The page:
The Copper Forest
Chesnut woods in Malaga / Andalusia
À la carte
1/2 – 1 day activities
Spain / Andalusia
The Copper Forest is the name given to large extensions of chestnut trees at the Genal Valley that are colored in ocher tones at the end of autumn. Chestnut trees are deciduous that lose the leaf in the severe winter season, contrasting with the persistent Mediterranean forest of holm oaks and cork oaks. In the process of falling leaves, and before they come off, all the foliage becomes golden and coppery. It is an ephemeral spectacle in which the slopes are gradually changing color.
Although the date varies according to the years and the slopes, at some point in the month of November, the Copper Forest is born, so striking in the Mediterranean climate.
Over the past few years, this phenomenon has been widely disseminated since tourist institutions and some routes have become very popular and eventualy saturated with people during weekends. We propose routes that allow you to enjoy this natural spectacle with calm and pleasant sensation.
We remind you that these forests are located on privately owned farms and are the base of the local populations’ economy. In november, we can only advise to avoid visits during weekends and local festivals in Upper Genal because it is too crowded.
Chestnut woods in Malaga
Spanish chestnut (Castanea sativa) woods and old established plantations, with semi-natural undergrowth, located in southern Europe belong to the EU natural habitat type #9260 of conservation interest. This traditional man-made forest shapes landscapes and supports a small scale farming economy. Most notably, the ephemeral spectacle of fall foliage brings enchantment to the Mediterranean vegetation and attracts visitors.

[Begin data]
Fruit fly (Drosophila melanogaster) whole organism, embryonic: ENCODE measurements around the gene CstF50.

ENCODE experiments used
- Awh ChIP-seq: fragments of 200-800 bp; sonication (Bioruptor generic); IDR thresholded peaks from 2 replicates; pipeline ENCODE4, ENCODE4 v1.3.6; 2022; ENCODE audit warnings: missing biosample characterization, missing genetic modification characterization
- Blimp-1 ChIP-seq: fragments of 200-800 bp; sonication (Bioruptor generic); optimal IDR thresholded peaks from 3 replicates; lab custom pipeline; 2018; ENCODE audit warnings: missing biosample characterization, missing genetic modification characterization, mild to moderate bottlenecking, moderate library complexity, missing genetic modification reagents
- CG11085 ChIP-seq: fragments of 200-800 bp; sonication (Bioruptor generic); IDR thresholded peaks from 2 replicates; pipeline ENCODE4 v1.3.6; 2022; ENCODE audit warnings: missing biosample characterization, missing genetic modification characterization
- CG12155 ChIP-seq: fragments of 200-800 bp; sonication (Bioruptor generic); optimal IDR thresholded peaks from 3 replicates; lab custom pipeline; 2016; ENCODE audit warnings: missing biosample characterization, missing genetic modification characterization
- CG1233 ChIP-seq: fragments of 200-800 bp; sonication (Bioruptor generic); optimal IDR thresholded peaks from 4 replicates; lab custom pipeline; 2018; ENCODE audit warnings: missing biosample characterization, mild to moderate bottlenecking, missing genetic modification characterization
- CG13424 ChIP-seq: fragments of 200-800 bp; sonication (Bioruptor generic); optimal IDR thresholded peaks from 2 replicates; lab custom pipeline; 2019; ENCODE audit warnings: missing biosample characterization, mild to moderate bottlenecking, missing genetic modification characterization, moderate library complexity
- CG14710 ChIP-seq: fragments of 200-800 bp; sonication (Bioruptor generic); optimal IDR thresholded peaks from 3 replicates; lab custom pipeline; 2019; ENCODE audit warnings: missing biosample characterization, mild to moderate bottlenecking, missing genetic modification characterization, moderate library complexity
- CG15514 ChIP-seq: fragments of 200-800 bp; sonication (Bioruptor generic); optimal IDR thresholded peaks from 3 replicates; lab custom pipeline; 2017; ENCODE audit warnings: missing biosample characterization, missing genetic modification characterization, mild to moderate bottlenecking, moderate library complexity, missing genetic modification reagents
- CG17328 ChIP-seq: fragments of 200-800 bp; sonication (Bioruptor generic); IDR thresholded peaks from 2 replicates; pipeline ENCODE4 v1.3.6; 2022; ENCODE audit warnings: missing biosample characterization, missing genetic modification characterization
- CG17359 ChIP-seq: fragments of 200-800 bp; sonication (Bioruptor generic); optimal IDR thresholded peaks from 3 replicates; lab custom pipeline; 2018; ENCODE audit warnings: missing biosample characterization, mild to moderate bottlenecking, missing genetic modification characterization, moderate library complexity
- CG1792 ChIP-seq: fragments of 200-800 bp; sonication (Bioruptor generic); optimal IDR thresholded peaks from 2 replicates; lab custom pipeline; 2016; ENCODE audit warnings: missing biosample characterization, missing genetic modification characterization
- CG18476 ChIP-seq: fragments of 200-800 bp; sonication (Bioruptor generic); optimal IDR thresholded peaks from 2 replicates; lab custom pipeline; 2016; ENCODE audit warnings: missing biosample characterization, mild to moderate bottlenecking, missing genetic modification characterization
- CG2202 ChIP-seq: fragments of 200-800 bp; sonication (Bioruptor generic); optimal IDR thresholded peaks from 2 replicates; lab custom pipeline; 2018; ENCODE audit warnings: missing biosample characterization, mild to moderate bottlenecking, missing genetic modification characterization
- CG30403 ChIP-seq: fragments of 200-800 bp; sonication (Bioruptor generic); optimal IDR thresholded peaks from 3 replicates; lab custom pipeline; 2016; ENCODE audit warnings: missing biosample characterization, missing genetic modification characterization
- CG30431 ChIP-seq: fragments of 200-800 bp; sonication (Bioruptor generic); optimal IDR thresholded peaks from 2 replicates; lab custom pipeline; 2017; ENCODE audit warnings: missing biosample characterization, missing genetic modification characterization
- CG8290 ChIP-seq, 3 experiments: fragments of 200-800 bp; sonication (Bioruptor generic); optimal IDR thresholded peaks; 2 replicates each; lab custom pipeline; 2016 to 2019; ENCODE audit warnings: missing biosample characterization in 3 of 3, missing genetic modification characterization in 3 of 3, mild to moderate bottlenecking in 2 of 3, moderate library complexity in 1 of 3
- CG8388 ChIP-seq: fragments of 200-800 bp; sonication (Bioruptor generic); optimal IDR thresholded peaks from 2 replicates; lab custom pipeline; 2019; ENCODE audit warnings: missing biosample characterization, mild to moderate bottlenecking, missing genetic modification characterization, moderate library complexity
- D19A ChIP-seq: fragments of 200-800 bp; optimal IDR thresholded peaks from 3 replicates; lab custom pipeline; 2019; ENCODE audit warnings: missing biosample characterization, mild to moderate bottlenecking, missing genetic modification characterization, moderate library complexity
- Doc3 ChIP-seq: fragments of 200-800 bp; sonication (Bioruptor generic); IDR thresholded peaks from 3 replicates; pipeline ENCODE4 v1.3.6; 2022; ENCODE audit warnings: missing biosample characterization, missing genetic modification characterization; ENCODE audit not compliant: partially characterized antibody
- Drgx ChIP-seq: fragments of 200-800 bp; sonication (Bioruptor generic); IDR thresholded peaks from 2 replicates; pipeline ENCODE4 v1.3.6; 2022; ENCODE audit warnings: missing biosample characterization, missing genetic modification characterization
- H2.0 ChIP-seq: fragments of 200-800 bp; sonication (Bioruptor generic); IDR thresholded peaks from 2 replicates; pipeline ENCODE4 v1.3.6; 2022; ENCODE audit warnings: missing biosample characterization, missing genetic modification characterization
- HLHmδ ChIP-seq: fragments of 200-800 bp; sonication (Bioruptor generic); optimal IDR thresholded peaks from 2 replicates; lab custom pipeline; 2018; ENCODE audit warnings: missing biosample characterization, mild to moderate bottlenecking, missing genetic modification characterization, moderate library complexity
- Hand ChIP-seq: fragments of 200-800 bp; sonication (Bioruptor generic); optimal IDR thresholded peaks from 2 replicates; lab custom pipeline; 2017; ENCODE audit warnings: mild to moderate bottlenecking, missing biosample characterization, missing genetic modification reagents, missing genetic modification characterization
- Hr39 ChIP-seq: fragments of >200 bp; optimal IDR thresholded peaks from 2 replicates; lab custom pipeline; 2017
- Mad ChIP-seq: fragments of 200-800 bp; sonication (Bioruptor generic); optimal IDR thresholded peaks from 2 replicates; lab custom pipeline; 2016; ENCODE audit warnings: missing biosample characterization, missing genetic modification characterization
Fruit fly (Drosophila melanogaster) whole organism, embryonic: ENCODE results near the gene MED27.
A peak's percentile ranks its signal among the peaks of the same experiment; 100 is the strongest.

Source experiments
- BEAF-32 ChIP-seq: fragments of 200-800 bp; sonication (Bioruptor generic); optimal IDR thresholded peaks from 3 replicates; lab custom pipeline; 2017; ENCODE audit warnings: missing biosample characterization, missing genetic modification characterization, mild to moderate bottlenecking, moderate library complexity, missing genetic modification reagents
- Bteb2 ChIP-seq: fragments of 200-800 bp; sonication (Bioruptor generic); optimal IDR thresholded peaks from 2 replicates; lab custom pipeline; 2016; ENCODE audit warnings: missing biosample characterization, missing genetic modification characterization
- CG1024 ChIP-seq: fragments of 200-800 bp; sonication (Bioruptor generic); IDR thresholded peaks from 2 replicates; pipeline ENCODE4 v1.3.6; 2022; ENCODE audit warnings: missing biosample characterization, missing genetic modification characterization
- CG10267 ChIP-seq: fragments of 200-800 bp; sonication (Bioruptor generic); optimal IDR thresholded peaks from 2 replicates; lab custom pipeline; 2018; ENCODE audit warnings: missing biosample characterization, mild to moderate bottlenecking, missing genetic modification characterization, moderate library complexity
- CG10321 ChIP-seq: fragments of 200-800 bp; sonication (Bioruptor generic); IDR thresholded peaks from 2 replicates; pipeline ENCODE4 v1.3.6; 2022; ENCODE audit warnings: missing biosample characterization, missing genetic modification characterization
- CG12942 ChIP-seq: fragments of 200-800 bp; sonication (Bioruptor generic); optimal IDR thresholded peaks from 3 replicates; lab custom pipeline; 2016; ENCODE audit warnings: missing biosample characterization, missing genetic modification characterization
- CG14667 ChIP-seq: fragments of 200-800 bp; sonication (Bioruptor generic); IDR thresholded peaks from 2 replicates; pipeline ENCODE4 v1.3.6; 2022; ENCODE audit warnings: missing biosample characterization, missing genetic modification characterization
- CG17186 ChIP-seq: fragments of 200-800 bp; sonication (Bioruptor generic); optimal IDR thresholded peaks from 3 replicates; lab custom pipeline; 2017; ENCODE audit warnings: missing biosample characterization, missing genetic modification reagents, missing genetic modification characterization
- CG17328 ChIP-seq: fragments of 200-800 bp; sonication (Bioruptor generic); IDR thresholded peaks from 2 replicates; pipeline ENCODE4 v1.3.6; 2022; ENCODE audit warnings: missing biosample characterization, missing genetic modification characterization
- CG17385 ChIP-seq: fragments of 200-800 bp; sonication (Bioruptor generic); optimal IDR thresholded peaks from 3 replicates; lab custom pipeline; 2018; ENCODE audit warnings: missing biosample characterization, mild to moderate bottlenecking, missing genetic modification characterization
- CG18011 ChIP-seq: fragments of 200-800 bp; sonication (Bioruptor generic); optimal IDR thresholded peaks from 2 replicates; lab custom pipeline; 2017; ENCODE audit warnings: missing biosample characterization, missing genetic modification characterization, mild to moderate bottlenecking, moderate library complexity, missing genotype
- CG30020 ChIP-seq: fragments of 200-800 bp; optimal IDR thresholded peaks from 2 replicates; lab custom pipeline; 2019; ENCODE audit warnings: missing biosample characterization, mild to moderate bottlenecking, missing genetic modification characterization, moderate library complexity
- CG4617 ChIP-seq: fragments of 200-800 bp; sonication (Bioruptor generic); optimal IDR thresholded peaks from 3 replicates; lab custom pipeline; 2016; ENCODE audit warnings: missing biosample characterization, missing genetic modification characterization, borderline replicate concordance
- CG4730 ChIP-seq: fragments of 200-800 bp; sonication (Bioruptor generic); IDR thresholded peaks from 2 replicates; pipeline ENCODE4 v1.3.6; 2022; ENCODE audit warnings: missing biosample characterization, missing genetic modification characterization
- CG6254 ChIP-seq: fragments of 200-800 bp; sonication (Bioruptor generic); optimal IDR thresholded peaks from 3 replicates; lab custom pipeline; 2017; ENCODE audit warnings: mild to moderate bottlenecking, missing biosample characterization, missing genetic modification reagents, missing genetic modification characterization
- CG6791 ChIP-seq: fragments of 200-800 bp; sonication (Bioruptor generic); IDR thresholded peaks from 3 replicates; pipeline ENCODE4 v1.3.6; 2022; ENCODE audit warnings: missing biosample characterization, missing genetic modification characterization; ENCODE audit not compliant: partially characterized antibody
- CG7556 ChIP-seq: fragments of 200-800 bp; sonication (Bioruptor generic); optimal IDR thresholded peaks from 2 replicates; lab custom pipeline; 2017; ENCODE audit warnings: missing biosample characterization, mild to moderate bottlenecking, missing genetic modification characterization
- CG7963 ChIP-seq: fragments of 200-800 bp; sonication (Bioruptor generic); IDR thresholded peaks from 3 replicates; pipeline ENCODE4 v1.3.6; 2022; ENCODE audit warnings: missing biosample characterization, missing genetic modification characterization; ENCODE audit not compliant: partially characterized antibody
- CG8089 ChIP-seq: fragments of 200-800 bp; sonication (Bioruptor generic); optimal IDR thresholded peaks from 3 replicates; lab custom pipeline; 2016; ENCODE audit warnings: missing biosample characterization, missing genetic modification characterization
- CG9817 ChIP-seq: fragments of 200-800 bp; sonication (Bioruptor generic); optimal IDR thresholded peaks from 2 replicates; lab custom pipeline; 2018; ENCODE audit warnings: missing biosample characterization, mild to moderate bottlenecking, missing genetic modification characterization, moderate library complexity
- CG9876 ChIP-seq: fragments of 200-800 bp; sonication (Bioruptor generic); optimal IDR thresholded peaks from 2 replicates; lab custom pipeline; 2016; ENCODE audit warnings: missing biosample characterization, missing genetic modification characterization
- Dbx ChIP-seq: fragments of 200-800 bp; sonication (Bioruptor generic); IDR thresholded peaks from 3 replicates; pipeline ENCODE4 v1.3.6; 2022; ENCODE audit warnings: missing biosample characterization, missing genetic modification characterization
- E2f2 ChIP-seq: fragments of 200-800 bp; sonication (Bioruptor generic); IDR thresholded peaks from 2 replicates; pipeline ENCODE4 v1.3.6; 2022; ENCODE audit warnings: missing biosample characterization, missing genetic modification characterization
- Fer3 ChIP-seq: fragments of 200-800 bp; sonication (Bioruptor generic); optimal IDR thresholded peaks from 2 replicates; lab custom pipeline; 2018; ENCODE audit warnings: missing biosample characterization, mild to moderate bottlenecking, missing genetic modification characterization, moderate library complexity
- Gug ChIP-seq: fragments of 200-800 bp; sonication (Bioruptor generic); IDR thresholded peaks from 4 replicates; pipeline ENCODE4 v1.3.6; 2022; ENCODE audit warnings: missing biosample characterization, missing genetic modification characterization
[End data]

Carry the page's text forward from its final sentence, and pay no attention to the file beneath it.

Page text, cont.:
Spanish Chesnut (Castanea sativa) wood in the Genal Valley, habitat of conservation interest in Europe.
The species has long been cultivated and dispersed by human populations and its original distribution is not well understood. Its presence spreads from NO Spain (Galicia) to the Caucasus region, with a strong implantation in the Italian and Balkan Peninsulas (“Kastanon” was the greek name of the tree).
Distribution of chesnut woods/groves in Andalusia (based on REDIAM).
Chesnut trees grows in acidic soils and need a good amount of humidity, a condition explaining the scarcity of those woods in Mediterranean regions. In Andalusia, they are limited to lower mountains with higher precipitations: Sierra de Aracena (Huelva), Sierra Norte de Sevilla, Valle del Genal (Málaga), Sierra Nevada (Granada) and a few outposts.
“Castañares” shape landscape and territory in the Genal Valley (Benalauría).
Chesnuts were stapple food, especially in regions where agriculture was very limited by relief, soil and/or climate. “Castaños” were considered until very recently a “bread tree” of considerable importance in isolated and little inhabited sierras.
Distribution of chesnut trees in the Genal Valley (based on REDIAM).
Mixed forest with chesnut woods and Mediterranean vegetation.
With over 3.000 ha cover, chestnut woods are widespread in the Genal Valley and a sign of its identity. In the Upper Genal (NE), Pujerra and Igualeja villages are mostly dedicated to chesnuts cultivation and harbour larger extensions and older parcels. Small farmers are grouped within the Cooperativa Castañas Valle del Genal. In the Lower Genal (SW), woods are generally more recent, fairly restricted to northern aspect next to Benarrabá and Benalauría villages and much more common in Genalguacil and Jubrique.